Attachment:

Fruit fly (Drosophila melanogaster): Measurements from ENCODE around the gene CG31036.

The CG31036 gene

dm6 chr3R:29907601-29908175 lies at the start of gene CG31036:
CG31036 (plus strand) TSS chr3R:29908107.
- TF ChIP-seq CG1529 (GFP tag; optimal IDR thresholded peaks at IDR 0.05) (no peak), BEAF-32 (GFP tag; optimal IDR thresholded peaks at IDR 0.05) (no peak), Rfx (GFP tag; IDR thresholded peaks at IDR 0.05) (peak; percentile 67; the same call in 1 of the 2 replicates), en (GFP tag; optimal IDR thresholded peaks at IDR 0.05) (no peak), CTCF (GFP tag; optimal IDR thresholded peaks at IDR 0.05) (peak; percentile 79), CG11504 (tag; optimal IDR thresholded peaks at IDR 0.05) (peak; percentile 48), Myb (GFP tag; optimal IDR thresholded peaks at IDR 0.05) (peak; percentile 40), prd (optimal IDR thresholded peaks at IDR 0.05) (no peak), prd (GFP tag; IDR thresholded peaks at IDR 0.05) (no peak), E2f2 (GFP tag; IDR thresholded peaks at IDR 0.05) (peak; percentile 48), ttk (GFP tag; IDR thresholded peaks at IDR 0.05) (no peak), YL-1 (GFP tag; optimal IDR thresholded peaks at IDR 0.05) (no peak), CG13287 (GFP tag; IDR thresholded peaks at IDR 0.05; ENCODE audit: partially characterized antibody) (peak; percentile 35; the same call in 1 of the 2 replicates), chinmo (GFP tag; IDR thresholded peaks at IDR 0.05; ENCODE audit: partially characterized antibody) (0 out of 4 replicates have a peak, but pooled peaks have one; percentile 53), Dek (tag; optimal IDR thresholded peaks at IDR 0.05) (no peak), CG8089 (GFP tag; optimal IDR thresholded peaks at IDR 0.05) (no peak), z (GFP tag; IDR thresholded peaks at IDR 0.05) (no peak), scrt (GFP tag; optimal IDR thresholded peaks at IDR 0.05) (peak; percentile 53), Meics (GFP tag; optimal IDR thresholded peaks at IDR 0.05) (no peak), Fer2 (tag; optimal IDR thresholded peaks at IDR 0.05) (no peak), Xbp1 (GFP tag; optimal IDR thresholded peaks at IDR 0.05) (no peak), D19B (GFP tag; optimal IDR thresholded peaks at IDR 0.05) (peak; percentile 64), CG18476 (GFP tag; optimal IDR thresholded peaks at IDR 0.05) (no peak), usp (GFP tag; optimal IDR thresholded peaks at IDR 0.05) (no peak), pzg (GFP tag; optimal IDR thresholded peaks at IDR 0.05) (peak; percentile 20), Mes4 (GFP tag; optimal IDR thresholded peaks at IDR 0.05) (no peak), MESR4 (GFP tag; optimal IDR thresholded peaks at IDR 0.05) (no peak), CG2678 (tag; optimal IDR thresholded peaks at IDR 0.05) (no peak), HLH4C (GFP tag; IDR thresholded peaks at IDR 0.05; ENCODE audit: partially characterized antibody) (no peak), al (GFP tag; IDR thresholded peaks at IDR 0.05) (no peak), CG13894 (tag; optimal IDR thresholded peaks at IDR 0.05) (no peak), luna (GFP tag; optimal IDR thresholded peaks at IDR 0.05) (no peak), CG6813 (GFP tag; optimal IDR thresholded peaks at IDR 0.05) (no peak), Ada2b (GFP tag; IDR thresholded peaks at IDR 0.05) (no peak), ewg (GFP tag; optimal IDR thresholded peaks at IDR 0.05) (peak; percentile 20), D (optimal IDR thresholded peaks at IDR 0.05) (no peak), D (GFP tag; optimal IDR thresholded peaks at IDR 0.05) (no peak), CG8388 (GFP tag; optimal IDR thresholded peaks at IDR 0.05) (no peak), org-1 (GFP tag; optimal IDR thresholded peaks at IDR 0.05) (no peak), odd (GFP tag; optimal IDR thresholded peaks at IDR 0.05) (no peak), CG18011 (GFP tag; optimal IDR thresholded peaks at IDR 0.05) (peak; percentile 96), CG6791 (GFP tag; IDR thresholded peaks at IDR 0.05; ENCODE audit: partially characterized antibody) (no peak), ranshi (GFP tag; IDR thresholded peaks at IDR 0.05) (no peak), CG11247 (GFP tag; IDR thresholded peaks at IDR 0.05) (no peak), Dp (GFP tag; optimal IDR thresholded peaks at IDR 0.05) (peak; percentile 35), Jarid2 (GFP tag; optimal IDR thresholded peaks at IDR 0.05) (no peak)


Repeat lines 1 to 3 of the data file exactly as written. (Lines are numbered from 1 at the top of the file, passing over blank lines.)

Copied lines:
Fruit fly (Drosophila melanogaster): Measurements from ENCODE around the gene CG31036.

The CG31036 gene

dm6 chr3R:29907601-29908175 lies at the start of gene CG31036: